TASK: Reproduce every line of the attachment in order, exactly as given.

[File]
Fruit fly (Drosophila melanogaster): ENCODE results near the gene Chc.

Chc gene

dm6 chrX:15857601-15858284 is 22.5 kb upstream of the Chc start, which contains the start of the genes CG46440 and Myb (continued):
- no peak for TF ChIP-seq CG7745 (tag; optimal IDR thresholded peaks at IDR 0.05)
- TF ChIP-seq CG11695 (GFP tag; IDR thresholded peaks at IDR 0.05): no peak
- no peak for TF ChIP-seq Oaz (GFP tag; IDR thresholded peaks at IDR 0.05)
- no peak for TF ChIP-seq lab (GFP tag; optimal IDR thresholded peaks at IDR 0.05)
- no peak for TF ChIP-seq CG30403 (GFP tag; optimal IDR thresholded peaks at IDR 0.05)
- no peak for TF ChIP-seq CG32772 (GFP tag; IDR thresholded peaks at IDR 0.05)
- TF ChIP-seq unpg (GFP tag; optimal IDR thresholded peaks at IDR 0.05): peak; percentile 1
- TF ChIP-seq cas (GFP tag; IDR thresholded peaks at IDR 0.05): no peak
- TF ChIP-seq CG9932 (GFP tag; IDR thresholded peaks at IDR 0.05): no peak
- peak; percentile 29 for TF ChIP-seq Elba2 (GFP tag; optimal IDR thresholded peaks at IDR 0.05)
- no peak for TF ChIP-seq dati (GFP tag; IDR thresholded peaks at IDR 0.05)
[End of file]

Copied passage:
Fruit fly (Drosophila melanogaster): ENCODE results near the gene Chc.

Chc gene

dm6 chrX:15857601-15858284 is 22.5 kb upstream of the Chc start, which contains the start of the genes CG46440 and Myb (continued):
- no peak for TF ChIP-seq CG7745 (tag; optimal IDR thresholded peaks at IDR 0.05)
- TF ChIP-seq CG11695 (GFP tag; IDR thresholded peaks at IDR 0.05): no peak
- no peak for TF ChIP-seq Oaz (GFP tag; IDR thresholded peaks at IDR 0.05)
- no peak for TF ChIP-seq lab (GFP tag; optimal IDR thresholded peaks at IDR 0.05)
- no peak for TF ChIP-seq CG30403 (GFP tag; optimal IDR thresholded peaks at IDR 0.05)
- no peak for TF ChIP-seq CG32772 (GFP tag; IDR thresholded peaks at IDR 0.05)
- TF ChIP-seq unpg (GFP tag; optimal IDR thresholded peaks at IDR 0.05): peak; percentile 1
- TF ChIP-seq cas (GFP tag; IDR thresholded peaks at IDR 0.05): no peak
- TF ChIP-seq CG9932 (GFP tag; IDR thresholded peaks at IDR 0.05): no peak
- peak; percentile 29 for TF ChIP-seq Elba2 (GFP tag; optimal IDR thresholded peaks at IDR 0.05)
- no peak for TF ChIP-seq dati (GFP tag; IDR thresholded peaks at IDR 0.05)